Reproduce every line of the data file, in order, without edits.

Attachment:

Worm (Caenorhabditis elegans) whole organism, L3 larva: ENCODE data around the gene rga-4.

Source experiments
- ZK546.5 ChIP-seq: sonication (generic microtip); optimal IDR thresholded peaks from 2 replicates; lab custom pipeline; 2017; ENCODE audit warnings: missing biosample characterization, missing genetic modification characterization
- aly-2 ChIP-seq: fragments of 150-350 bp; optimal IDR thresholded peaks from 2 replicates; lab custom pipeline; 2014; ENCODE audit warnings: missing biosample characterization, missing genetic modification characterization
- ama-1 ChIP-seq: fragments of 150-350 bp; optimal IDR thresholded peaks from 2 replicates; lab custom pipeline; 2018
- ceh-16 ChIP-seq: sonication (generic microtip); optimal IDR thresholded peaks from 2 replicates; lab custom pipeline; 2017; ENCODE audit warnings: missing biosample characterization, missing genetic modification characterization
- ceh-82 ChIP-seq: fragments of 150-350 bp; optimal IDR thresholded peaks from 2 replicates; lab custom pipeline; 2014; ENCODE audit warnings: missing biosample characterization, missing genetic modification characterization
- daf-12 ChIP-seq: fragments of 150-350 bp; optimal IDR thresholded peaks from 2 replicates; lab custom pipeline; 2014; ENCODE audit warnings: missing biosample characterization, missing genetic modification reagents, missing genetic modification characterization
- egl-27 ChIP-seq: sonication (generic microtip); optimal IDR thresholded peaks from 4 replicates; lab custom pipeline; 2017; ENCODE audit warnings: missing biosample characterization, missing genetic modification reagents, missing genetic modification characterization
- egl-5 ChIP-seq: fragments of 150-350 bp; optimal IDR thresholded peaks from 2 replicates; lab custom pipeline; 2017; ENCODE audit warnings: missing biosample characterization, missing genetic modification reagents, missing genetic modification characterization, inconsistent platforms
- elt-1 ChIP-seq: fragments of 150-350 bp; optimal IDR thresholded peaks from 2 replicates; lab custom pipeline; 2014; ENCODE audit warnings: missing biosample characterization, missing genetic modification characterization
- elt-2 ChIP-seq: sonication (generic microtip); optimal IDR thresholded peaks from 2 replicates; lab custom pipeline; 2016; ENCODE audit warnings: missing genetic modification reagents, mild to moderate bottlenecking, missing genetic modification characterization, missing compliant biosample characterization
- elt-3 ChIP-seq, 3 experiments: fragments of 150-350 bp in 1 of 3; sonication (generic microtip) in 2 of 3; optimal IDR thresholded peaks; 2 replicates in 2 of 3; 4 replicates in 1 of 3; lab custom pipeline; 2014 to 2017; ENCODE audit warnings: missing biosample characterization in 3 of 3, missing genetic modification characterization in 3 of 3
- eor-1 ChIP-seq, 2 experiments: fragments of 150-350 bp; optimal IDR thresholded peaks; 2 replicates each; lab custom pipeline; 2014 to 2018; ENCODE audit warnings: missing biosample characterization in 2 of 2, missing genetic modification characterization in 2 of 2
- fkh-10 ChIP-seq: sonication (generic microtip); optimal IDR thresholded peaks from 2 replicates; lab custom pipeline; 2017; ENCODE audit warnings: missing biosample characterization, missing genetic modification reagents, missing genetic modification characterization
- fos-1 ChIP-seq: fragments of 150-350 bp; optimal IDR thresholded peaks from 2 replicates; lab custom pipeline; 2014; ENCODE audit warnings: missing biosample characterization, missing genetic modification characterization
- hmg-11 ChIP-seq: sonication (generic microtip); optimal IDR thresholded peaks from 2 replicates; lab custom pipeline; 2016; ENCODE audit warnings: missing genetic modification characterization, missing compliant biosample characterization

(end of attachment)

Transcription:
Worm (Caenorhabditis elegans) whole organism, L3 larva: ENCODE data around the gene rga-4.

Source experiments
- ZK546.5 ChIP-seq: sonication (generic microtip); optimal IDR thresholded peaks from 2 replicates; lab custom pipeline; 2017; ENCODE audit warnings: missing biosample characterization, missing genetic modification characterization
- aly-2 ChIP-seq: fragments of 150-350 bp; optimal IDR thresholded peaks from 2 replicates; lab custom pipeline; 2014; ENCODE audit warnings: missing biosample characterization, missing genetic modification characterization
- ama-1 ChIP-seq: fragments of 150-350 bp; optimal IDR thresholded peaks from 2 replicates; lab custom pipeline; 2018
- ceh-16 ChIP-seq: sonication (generic microtip); optimal IDR thresholded peaks from 2 replicates; lab custom pipeline; 2017; ENCODE audit warnings: missing biosample characterization, missing genetic modification characterization
- ceh-82 ChIP-seq: fragments of 150-350 bp; optimal IDR thresholded peaks from 2 replicates; lab custom pipeline; 2014; ENCODE audit warnings: missing biosample characterization, missing genetic modification characterization
- daf-12 ChIP-seq: fragments of 150-350 bp; optimal IDR thresholded peaks from 2 replicates; lab custom pipeline; 2014; ENCODE audit warnings: missing biosample characterization, missing genetic modification reagents, missing genetic modification characterization
- egl-27 ChIP-seq: sonication (generic microtip); optimal IDR thresholded peaks from 4 replicates; lab custom pipeline; 2017; ENCODE audit warnings: missing biosample characterization, missing genetic modification reagents, missing genetic modification characterization
- egl-5 ChIP-seq: fragments of 150-350 bp; optimal IDR thresholded peaks from 2 replicates; lab custom pipeline; 2017; ENCODE audit warnings: missing biosample characterization, missing genetic modification reagents, missing genetic modification characterization, inconsistent platforms
- elt-1 ChIP-seq: fragments of 150-350 bp; optimal IDR thresholded peaks from 2 replicates; lab custom pipeline; 2014; ENCODE audit warnings: missing biosample characterization, missing genetic modification characterization
- elt-2 ChIP-seq: sonication (generic microtip); optimal IDR thresholded peaks from 2 replicates; lab custom pipeline; 2016; ENCODE audit warnings: missing genetic modification reagents, mild to moderate bottlenecking, missing genetic modification characterization, missing compliant biosample characterization
- elt-3 ChIP-seq, 3 experiments: fragments of 150-350 bp in 1 of 3; sonication (generic microtip) in 2 of 3; optimal IDR thresholded peaks; 2 replicates in 2 of 3; 4 replicates in 1 of 3; lab custom pipeline; 2014 to 2017; ENCODE audit warnings: missing biosample characterization in 3 of 3, missing genetic modification characterization in 3 of 3
- eor-1 ChIP-seq, 2 experiments: fragments of 150-350 bp; optimal IDR thresholded peaks; 2 replicates each; lab custom pipeline; 2014 to 2018; ENCODE audit warnings: missing biosample characterization in 2 of 2, missing genetic modification characterization in 2 of 2
- fkh-10 ChIP-seq: sonication (generic microtip); optimal IDR thresholded peaks from 2 replicates; lab custom pipeline; 2017; ENCODE audit warnings: missing biosample characterization, missing genetic modification reagents, missing genetic modification characterization
- fos-1 ChIP-seq: fragments of 150-350 bp; optimal IDR thresholded peaks from 2 replicates; lab custom pipeline; 2014; ENCODE audit warnings: missing biosample characterization, missing genetic modification characterization
- hmg-11 ChIP-seq: sonication (generic microtip); optimal IDR thresholded peaks from 2 replicates; lab custom pipeline; 2016; ENCODE audit warnings: missing genetic modification characterization, missing compliant biosample characterization